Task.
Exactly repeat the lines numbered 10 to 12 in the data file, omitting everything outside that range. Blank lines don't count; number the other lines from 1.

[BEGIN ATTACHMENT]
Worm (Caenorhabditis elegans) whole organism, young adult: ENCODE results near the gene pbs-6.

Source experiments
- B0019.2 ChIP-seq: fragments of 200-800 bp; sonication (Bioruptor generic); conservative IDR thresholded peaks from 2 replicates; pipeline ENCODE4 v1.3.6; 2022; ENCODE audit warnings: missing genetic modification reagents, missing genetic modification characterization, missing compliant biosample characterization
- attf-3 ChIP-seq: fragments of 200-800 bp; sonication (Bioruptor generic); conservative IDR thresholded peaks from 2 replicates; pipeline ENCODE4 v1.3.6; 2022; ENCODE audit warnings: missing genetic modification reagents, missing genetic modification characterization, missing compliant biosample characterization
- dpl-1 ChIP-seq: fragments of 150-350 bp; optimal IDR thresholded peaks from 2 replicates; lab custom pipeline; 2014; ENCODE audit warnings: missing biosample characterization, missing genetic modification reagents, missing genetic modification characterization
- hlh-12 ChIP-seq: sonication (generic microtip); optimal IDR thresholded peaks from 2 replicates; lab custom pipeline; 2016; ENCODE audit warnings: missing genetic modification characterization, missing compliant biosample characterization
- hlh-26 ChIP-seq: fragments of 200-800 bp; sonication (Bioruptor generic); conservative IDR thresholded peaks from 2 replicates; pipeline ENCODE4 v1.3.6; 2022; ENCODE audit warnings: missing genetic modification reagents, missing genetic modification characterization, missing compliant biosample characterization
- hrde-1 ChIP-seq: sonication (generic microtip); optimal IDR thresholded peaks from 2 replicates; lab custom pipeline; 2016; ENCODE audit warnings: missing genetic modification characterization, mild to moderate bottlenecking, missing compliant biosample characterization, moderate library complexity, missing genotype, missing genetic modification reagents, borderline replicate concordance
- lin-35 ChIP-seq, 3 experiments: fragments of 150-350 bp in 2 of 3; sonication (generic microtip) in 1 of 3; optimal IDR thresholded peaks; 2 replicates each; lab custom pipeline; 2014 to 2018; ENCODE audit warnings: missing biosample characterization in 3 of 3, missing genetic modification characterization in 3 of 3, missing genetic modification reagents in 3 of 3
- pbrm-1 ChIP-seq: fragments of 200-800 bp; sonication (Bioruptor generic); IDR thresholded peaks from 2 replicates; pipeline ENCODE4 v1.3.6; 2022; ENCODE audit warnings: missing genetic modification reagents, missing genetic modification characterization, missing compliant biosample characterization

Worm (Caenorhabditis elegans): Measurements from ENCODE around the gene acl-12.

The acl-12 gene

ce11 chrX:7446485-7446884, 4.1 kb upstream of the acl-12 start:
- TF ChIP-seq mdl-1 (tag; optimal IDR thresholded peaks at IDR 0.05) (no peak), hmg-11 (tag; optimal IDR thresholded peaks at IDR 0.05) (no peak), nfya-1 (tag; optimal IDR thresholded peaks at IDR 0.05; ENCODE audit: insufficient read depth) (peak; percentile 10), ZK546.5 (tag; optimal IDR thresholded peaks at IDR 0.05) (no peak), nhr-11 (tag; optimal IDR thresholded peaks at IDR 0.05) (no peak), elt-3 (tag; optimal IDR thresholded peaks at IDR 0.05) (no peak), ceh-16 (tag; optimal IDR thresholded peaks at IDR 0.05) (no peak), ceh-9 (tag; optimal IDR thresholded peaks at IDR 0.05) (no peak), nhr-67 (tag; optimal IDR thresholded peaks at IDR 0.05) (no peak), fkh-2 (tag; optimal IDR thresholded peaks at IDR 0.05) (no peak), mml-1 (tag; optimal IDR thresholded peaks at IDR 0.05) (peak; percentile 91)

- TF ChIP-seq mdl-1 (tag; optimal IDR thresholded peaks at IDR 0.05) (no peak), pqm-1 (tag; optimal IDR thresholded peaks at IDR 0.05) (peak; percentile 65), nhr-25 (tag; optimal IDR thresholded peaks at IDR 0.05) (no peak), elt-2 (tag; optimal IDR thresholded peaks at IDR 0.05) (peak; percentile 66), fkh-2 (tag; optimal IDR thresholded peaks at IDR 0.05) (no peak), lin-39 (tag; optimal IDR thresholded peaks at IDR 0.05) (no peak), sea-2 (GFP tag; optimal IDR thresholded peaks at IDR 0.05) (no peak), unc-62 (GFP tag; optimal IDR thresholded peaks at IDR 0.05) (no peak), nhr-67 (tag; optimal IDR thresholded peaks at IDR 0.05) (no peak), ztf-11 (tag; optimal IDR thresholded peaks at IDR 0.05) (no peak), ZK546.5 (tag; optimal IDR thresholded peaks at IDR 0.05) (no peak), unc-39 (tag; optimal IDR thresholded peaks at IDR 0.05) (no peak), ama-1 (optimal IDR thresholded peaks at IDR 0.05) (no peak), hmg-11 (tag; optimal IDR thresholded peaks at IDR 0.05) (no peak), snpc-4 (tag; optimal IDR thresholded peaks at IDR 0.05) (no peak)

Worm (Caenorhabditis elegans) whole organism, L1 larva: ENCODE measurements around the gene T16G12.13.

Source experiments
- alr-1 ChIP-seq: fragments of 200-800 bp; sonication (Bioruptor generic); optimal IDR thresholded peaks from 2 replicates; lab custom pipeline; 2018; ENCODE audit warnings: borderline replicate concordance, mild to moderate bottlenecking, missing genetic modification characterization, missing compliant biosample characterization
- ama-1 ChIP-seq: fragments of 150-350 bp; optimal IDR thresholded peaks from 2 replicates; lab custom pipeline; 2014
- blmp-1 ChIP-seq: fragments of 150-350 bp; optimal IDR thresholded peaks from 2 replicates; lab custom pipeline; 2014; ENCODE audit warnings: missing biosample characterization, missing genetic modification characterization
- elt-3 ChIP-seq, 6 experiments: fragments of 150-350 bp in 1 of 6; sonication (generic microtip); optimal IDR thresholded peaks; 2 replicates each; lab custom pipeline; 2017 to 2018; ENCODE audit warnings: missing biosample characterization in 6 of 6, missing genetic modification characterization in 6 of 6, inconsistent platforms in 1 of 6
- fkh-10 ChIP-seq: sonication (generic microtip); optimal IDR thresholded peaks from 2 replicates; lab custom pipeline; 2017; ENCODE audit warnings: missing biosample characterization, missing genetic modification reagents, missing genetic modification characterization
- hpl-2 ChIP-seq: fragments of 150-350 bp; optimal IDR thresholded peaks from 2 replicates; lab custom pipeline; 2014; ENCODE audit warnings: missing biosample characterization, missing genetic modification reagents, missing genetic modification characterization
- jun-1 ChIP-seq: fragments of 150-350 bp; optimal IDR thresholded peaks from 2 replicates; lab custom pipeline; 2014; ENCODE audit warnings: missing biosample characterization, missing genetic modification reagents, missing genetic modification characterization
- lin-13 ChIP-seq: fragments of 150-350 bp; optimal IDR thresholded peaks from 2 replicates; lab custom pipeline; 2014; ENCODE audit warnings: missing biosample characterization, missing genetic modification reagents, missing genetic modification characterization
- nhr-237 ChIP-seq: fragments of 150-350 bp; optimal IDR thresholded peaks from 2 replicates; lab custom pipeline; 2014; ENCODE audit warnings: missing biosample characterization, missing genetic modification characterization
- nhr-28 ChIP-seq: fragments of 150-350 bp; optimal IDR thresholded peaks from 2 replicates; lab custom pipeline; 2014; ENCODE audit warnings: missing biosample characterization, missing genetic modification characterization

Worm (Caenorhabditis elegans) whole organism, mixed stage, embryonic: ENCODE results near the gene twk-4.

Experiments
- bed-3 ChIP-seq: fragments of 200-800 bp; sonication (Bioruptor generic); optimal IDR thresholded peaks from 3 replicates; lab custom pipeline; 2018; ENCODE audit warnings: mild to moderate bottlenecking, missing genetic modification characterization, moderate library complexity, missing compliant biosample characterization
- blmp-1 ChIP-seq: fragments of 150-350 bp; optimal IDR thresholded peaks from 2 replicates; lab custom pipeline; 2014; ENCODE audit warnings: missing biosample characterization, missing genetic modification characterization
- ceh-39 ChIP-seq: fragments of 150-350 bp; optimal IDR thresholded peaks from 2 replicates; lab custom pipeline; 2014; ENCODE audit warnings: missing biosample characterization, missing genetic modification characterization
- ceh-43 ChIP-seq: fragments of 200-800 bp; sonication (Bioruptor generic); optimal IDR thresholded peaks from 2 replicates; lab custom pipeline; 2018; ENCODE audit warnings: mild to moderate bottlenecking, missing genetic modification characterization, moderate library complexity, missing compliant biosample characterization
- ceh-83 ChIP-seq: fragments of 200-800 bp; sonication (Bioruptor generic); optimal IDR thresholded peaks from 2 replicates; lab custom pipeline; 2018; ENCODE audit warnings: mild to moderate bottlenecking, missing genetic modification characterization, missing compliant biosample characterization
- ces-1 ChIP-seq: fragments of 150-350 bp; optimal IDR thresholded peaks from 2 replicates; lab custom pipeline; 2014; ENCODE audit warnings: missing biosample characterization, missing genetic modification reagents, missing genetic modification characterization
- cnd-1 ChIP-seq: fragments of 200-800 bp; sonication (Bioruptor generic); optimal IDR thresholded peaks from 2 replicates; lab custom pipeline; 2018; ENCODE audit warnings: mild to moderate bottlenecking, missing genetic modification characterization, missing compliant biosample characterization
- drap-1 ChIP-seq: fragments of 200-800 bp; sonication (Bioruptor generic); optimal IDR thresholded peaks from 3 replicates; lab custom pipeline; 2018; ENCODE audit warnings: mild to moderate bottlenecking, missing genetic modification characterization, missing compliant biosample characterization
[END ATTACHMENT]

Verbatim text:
- pbrm-1 ChIP-seq: fragments of 200-800 bp; sonication (Bioruptor generic); IDR thresholded peaks from 2 replicates; pipeline ENCODE4 v1.3.6; 2022; ENCODE audit warnings: missing genetic modification reagents, missing genetic modification characterization, missing compliant biosample characterization

Worm (Caenorhabditis elegans): Measurements from ENCODE around the gene acl-12.

The acl-12 gene